One can result in a compile error, segmentation fault, or some other strange result; the other won't. That said, while bit shifting with unsigned integers such that it overflows is well defined, and conversions to unsigned integers is well defined too, multiplication even with unsigned integers technically results in undefined behaviour if the result is out of range... but for the most part people don't care since that one will practically result in the same thing as if it were a conversion for pretty much all implementations.

    Another nice side effect of hashing is that it likely results in a better random mix of bits than simple addition.

    Quote Originally Posted by awsdert
    also the seed is an option, actually runs better without (when NULL is given)
    Exactly: why provide it as an option then? You're making it harder to use well because people will be more likely to mistake this for a PRNG and provide their own seed when it is completely unnecessary for a RNG like this. Or worse still, they might expect repeatable pseudorandom sequences when this won't work since this is not a PRNG.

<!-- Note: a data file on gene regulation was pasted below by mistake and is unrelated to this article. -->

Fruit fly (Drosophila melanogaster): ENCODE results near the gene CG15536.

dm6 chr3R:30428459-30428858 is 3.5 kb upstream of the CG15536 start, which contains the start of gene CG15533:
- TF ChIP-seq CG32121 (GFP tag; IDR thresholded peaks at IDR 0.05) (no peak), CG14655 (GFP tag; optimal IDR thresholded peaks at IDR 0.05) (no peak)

Quote Originally Posted by awsdert
    I've already tested this myself and advise you to test it also before you post again (I did multiple runs just to see if the numbers where consistent or not)
    I'm afraid that I don't have the necessary knowledge to run proper tests on this. Have you actually properly tested it? It looks like all you did was run it in a loop and eyeball the result, which unfortunately doesn't count as a proper test of randomness as humans tend to be pretty bad at guessing what's random and what's not from just looking. But because you're using things like addresses allocated and clock() it should be random; the question is whether your choices and the combination of these random sources does produce enough entropy for secure applications.
    Quote Originally Posted by Bjarne Stroustrup (2000-10-14)
    I get maybe two dozen requests for help with some sort of programming or design problem every day. Most have more sense than to send me hundreds of lines of code. If they do, I ask them to find the smallest example that exhibits the problem and send me that. Mostly, they then find the error themselves. "Finding the smallest program that demonstrates the error" is a powerful debugging tool.